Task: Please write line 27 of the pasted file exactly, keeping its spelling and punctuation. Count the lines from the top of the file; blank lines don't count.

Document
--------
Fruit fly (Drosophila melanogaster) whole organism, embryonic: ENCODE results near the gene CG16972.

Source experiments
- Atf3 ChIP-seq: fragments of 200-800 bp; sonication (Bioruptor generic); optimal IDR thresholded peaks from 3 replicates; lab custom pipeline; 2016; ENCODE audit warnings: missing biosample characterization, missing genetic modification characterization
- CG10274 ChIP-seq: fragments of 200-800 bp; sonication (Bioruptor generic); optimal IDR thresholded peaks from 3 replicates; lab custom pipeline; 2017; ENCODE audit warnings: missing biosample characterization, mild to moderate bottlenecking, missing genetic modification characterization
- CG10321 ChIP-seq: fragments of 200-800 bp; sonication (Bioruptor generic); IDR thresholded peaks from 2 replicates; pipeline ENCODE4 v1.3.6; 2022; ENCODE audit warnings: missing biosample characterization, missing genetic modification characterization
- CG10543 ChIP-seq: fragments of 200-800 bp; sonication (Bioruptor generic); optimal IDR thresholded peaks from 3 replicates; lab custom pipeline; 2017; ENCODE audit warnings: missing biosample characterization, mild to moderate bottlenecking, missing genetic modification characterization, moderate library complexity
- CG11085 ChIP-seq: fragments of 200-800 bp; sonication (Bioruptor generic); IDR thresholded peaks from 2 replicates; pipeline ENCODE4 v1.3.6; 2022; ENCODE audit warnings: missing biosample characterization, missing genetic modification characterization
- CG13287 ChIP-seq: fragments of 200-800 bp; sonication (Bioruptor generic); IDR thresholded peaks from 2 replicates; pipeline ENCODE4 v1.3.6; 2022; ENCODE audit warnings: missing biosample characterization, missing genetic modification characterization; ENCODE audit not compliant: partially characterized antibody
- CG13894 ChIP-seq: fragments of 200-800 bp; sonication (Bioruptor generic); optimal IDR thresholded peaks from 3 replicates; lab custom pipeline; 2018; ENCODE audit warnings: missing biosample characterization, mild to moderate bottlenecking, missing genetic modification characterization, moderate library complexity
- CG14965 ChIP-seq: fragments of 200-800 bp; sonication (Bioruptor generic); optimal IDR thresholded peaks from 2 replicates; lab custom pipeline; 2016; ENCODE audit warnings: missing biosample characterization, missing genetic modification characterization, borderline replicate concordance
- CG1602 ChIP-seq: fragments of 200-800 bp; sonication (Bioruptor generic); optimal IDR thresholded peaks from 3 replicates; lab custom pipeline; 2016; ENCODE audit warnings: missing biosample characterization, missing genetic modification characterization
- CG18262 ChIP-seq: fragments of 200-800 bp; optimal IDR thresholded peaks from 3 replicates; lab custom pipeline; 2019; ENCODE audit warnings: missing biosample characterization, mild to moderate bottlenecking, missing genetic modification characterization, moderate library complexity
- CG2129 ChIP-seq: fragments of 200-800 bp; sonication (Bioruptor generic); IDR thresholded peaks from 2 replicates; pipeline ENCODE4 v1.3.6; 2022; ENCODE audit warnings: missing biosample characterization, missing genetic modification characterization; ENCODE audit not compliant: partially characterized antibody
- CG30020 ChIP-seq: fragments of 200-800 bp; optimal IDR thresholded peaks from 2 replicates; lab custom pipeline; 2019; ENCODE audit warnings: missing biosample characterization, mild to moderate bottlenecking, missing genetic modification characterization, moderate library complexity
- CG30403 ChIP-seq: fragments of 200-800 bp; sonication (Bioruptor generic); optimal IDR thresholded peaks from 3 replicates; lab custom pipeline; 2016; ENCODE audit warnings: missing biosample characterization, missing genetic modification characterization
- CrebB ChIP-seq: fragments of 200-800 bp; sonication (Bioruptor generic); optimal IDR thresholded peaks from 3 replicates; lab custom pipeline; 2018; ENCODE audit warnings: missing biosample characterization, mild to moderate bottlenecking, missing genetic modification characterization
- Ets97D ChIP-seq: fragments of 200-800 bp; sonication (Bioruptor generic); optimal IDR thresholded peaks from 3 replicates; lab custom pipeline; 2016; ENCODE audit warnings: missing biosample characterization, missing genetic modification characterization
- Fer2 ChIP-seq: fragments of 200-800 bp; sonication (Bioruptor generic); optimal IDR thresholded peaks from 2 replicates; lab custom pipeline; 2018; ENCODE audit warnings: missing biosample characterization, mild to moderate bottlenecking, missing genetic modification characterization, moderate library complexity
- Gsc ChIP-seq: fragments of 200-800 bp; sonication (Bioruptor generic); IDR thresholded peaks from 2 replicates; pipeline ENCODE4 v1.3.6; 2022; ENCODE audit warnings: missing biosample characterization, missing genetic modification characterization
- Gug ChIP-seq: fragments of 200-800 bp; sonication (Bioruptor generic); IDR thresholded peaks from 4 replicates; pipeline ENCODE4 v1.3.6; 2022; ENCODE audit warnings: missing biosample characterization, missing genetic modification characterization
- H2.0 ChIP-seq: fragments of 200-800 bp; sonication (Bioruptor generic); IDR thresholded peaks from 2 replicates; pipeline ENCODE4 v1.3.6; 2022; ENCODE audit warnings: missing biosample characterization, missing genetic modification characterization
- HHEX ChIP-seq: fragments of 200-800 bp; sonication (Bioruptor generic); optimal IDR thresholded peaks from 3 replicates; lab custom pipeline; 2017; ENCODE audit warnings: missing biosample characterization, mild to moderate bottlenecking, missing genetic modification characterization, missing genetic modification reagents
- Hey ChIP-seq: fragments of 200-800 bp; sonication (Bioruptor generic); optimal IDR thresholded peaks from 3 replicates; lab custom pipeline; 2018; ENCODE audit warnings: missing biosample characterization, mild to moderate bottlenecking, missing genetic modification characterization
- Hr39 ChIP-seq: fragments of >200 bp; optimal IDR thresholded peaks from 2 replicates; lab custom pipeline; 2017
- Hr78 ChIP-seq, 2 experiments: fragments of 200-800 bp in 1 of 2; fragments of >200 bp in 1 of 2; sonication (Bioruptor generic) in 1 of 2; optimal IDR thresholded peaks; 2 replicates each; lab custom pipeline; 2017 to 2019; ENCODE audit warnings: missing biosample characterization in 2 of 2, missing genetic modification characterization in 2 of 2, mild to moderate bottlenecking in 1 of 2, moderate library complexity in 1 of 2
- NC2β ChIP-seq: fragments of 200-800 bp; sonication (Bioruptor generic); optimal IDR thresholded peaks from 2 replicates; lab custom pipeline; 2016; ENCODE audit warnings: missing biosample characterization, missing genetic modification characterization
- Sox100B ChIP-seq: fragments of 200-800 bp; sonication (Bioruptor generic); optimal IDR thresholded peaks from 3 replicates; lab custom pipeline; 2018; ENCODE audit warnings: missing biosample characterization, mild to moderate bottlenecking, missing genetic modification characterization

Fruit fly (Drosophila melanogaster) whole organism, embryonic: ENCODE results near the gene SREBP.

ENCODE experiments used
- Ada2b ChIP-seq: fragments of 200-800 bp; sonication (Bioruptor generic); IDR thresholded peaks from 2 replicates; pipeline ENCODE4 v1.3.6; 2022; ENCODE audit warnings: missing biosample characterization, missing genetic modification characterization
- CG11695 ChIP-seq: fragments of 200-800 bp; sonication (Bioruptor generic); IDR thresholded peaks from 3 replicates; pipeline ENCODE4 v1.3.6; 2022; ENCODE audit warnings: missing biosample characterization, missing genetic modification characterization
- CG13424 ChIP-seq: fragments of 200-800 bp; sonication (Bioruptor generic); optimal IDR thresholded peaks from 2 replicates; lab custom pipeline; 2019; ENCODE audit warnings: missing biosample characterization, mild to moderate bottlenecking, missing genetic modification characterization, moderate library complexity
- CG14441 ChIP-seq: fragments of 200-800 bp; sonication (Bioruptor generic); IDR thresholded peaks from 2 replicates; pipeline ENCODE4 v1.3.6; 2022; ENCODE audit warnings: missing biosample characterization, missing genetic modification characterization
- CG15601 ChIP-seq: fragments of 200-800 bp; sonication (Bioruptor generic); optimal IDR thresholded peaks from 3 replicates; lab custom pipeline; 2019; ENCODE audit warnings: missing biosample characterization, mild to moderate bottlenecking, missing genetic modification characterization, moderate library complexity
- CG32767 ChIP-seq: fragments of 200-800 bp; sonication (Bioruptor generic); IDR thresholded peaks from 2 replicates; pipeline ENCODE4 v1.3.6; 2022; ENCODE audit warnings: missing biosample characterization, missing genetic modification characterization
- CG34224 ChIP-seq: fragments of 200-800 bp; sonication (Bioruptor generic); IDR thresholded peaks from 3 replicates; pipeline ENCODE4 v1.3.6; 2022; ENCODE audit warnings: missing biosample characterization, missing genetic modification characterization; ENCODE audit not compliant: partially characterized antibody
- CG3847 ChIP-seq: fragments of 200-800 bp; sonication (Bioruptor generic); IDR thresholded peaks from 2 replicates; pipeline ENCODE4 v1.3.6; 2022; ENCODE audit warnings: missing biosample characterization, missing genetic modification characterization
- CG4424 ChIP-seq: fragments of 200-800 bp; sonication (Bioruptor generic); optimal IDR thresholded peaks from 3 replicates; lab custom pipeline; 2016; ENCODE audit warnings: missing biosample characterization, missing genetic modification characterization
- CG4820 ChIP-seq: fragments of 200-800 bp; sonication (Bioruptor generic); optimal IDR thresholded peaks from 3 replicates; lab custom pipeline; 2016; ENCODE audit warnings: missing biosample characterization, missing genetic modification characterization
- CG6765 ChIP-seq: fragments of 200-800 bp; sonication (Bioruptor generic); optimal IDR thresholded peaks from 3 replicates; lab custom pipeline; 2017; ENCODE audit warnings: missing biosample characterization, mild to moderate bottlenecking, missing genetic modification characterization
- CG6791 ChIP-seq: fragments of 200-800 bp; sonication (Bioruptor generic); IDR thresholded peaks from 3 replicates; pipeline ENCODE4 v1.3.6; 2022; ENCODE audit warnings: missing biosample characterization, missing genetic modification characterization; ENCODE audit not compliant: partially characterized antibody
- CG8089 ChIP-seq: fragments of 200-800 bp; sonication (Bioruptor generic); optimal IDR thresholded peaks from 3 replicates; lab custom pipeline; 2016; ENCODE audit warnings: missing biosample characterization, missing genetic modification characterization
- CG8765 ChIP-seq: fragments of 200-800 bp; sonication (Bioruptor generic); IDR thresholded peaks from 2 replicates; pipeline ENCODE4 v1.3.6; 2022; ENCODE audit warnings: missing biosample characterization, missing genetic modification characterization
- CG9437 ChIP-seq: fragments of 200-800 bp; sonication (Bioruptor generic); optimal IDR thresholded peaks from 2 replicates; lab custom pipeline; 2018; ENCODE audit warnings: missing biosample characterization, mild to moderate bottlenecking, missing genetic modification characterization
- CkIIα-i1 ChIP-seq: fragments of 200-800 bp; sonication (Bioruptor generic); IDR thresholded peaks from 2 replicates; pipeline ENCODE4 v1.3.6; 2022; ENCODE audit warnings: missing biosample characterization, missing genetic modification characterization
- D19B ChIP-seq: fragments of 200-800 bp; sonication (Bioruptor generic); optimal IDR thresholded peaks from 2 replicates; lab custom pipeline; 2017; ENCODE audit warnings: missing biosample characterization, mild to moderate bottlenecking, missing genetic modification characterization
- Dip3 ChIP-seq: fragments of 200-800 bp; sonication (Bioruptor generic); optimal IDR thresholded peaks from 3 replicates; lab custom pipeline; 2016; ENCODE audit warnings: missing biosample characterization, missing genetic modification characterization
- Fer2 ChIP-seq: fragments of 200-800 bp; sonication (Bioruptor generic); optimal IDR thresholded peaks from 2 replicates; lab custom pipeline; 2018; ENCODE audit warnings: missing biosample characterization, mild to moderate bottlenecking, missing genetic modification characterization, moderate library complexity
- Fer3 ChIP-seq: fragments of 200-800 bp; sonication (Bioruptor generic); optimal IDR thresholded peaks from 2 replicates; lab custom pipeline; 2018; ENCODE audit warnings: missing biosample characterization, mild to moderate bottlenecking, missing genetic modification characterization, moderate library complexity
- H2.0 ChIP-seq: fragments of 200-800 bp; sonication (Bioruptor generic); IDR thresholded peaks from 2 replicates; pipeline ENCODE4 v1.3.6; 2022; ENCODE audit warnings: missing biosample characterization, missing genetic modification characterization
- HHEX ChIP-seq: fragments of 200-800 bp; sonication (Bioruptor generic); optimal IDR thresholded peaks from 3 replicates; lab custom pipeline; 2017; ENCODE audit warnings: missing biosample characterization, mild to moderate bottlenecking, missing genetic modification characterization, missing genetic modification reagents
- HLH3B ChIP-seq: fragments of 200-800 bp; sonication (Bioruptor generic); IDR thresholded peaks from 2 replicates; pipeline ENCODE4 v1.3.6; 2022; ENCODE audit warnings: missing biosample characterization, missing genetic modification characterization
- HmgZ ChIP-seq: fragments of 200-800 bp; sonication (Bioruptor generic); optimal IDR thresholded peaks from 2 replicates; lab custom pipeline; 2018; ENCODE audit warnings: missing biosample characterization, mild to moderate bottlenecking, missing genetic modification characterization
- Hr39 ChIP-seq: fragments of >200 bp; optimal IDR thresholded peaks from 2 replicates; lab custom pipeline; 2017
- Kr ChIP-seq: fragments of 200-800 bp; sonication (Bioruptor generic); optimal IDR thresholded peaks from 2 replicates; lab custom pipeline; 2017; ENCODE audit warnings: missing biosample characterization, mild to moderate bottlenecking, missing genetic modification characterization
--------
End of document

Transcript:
- Sox100B ChIP-seq: fragments of 200-800 bp; sonication (Bioruptor generic); optimal IDR thresholded peaks from 3 replicates; lab custom pipeline; 2018; ENCODE audit warnings: missing biosample characterization, mild to moderate bottlenecking, missing genetic modification characterization